Tens of thousands of people flocked to Washington's National Mall park on Sunday to begin celebrating the inauguration of Barack Obama with a two-hour concert while hoping to catch a glimpse of the nation's next president.
The star-studded cast for the afternoon show in freezing temperatures and cloudy skies included Beyonce, Bono, Bruce Springsteen, and Stevie Wonder, but there was little doubt about the real star of the day.
Obama, 47, will be sworn in on Tuesday as the 44th president - and the first African American one - of the United States, but the party is getting off to an early start on Sunday afternoon with the concert at the Lincoln Memorial, the first of a series of events leading up to the presidential oath of office on the Capitol steps on Tuesday.
"I drove 18 hours to be in Washington for this historical event and wouldn't miss it for anything because I didn't think this would happen in my lifetime," said Maxine Anderson, 45, an African American from New Orleans, Louisiana accompanied by her three sisters.
The revellers braving the cold weather chanting and hollering slogans and cheering Obama's message of hope and change at a time when the country is facing its worst economic crisis in decades and a long list of challenges abroad, including wars in Iraq and Afghanistan.
People started gathering early on Sunday morning along the reflective pools at the footsteps of the monument that enshrines Abraham Lincoln, the president who freed the slaves, and the spot where Martin Luther King Jr gave his famous "I have a dream" speech. The Mall was filled with jumbotron televisions, banners and news media booths, as well hundreds of blue and green portable toilets.
Euan Collins, a British tourist who arrived from his native Britain on Saturday night to join in on the festivities. He was among the many who came early to stake out their spots ahead of the concert.
"This is the American election, which has certainly touched Britain," Collins, 28, said. "And you know I'm also in Washington for this bloody huge party."
Earlier, Obama and vice president-elect Joe Biden placed a wreath at the tomb of the unknown soldiers at Arlington National Cemetery outside Washington, after arriving on Saturday night following a train tour of stops to engage supporters in Philadelphia and Baltimore.
The concert foreshadows the inauguration ceremony at the Capitol building, which is expected to draw at least two million onlookers amid unprecedented security that was already being felt around Washington days ahead. But there were plenty at the Mall on Sunday ready to celebrate.
Delores Hardy, 68, of New Jersey, wanted to come so she could bring Obama's message of hope back to her job at a detention facility for juvenile delinquents.
"Barack Obama really inspires me and enables me to bring hope to the kids at my centre," she said. "I'm in Washington to see the fulfillment of Martin Luther King's dream and carry this message to my kids."
Alison Beck, a 34-year-old teacher who works in Britain, said she regretted not being in her native country on election night November 4, so she decided to make it back for the inauguration.
"Being out of the country for the election broke my heart and the inauguration gave me a reason to come home," she said.
But not everyone was so optimistic about Obama future despite the world's captivation with Obama, his wife Michelle and two young daughters Malia and Sasha.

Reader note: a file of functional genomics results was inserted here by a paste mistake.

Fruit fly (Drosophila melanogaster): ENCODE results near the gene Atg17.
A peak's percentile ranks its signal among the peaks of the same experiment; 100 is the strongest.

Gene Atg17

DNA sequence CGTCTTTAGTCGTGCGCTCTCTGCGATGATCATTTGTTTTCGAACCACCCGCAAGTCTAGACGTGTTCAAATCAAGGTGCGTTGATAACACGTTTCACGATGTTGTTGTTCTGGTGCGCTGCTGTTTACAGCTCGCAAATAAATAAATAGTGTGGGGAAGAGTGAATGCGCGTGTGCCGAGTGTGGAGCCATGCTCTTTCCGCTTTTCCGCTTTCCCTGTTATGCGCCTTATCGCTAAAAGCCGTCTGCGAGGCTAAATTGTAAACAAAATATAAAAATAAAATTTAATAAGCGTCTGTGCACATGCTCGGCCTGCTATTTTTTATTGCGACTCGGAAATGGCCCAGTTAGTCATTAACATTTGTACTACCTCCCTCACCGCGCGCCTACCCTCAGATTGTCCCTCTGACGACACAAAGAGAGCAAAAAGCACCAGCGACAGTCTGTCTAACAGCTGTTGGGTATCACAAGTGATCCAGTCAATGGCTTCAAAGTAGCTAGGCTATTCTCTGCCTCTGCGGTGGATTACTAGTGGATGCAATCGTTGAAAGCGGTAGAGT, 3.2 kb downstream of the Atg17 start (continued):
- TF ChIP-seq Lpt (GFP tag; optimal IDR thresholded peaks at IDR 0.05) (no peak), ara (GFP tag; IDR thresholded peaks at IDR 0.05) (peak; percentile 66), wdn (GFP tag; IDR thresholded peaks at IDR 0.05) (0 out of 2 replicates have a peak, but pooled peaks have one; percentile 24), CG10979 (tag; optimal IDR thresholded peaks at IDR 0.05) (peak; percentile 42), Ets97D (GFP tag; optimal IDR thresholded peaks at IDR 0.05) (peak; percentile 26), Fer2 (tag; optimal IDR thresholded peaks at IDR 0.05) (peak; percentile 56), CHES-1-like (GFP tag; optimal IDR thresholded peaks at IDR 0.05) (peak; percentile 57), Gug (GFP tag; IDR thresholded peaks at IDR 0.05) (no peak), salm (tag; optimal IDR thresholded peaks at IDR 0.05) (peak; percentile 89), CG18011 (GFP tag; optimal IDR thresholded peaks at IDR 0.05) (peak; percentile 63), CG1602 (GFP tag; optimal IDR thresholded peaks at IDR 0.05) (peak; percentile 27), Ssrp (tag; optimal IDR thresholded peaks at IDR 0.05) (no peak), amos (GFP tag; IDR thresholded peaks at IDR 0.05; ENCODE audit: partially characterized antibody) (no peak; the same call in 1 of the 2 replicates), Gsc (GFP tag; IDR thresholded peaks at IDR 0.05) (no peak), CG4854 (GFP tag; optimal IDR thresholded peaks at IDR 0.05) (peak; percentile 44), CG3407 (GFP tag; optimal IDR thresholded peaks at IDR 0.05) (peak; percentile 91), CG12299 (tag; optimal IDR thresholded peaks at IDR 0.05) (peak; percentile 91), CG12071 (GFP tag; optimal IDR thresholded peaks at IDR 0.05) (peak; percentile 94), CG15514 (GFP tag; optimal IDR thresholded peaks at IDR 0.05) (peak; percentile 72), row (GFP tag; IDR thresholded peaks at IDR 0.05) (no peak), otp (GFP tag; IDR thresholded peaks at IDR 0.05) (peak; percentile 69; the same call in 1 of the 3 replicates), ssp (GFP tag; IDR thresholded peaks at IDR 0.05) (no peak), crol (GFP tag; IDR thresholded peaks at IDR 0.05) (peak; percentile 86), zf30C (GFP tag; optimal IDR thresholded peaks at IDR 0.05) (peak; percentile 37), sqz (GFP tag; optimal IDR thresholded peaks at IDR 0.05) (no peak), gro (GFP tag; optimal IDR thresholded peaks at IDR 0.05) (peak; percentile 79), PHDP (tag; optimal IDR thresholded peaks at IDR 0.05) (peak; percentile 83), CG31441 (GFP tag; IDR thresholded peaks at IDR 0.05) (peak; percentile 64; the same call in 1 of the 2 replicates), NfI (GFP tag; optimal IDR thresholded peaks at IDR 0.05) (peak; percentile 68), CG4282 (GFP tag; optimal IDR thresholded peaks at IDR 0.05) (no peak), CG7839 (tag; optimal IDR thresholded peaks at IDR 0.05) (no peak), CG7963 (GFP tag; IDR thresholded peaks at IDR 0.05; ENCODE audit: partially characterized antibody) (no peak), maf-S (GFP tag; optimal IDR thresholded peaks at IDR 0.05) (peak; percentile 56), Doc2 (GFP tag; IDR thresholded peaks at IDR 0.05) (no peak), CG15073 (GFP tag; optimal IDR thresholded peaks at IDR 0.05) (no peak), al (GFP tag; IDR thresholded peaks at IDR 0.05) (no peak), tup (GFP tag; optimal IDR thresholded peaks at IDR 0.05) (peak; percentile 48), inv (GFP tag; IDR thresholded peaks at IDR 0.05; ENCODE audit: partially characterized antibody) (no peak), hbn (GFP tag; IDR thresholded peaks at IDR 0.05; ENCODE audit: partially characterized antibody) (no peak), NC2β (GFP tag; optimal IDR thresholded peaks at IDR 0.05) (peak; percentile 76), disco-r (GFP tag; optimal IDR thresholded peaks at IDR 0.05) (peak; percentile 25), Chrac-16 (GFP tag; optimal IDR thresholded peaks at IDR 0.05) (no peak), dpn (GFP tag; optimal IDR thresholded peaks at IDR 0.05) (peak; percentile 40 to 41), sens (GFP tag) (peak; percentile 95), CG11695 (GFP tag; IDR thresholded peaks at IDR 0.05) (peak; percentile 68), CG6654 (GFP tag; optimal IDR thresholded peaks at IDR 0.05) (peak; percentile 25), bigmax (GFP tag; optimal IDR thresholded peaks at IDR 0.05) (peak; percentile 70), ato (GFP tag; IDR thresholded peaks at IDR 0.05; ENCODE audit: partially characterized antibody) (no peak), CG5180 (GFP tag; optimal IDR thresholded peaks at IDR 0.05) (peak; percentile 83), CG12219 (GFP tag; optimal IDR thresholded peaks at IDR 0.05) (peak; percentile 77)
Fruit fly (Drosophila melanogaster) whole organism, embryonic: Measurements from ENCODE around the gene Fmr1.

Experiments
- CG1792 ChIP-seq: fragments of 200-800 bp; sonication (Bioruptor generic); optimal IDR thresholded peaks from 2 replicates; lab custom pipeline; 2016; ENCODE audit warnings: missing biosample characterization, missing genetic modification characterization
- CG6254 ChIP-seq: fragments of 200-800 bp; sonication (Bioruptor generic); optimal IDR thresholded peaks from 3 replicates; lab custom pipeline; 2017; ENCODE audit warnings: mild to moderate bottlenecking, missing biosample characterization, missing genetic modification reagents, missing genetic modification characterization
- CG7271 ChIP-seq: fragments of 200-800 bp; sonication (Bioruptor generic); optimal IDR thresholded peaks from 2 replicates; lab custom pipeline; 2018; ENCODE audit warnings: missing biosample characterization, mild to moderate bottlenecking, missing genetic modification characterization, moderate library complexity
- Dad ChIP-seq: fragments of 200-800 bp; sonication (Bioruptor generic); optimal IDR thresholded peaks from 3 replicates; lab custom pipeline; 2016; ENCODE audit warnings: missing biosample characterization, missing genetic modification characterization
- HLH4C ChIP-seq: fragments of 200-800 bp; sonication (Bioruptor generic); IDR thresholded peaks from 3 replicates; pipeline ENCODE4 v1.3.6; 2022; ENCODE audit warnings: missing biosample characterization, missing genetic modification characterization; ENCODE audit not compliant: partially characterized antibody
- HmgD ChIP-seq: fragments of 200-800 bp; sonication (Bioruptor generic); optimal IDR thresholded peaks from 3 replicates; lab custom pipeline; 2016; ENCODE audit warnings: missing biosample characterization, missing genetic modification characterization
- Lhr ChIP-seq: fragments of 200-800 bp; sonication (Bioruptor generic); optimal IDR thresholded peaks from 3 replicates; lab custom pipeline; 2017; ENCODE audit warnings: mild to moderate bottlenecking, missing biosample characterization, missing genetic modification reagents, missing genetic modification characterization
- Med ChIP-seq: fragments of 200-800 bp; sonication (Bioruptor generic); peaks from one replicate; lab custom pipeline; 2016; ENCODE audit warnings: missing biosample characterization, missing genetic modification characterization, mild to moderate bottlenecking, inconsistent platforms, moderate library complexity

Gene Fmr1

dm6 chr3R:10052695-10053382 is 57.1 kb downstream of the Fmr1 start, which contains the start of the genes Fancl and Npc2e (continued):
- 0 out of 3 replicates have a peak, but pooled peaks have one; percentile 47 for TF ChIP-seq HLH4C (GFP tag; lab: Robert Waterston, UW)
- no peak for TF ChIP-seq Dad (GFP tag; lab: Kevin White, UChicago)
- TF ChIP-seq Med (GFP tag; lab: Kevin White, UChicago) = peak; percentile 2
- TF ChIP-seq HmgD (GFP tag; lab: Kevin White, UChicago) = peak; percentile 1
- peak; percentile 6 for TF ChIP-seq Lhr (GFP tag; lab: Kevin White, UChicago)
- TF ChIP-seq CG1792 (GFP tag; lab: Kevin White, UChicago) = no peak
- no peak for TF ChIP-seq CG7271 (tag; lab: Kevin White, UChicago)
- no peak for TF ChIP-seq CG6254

"Obama's been set up to fail," said 43-year-old Brazilian Raoul Cota of the daunting challenges the president-elect will face when he moves into the White House and the frenzy surrounding his election begins to fade. "After Tuesday, once the love dies, he and the American people will face very real problems."
Obama and his top aides have spent the two month since the election trying to build confidence with the public and carry the momentum from the election to the Oval Office and begin quickly on tackling the recession that wiped out nearly two million jobs last year.
Obama wants lawmakers to authorize more than $800 billion in spending on infrastructure and other projects he says can create up to three million jobs and pull the economy out of the crisis.
"Getting this economy moving again is absolutely paramount," David Axelrod, a senior Obama adviser, said on CNN. "And so he is going to continue to work on that."
Obama will also be trying to fulfil a campaign promise to end the war in Iraq and intensify US efforts against the Taliban in Afghanistan, but will also be dealing with a Middle East peace process shattered after three weeks of fighting between Israel and Palestinian Hamas militants in the Gaza Strip.
Israel on Saturday declared a unilateral ceasefire in the conflict that has taken more than 1,000 Palestinian lives. Hamas announced a one-week truce on Sunday.
Obama has mostly kept quiet on the fighting, not wanting to break of pledge of "one president at a time" by weighting into international issues while President George W Bush is still in office.
"All of us are hopeful that a cessation of violence will hold," Axelrod said, adding Obama will move quickly to diplomatically address international challenges.
"He intends to engage early and aggressively with diplomacy all over the world," Axelrod said on CNN.
The free two-hour concert on Sunday afternoon will formally welcome Obama to Washington. On Monday, Obama, along with former secretary of state Colin Powell, will be issuing a national "call to service."
During the train tour, Obama said the challenges he's facing - the falling economy, two wars and global warming - were "different, but severe in their own right," calling on the country to unite in confronting the problems.
"The events of the next several days are not simply about the inauguration of an American president," Obama said on Saturday. "They will be a celebration of the American people."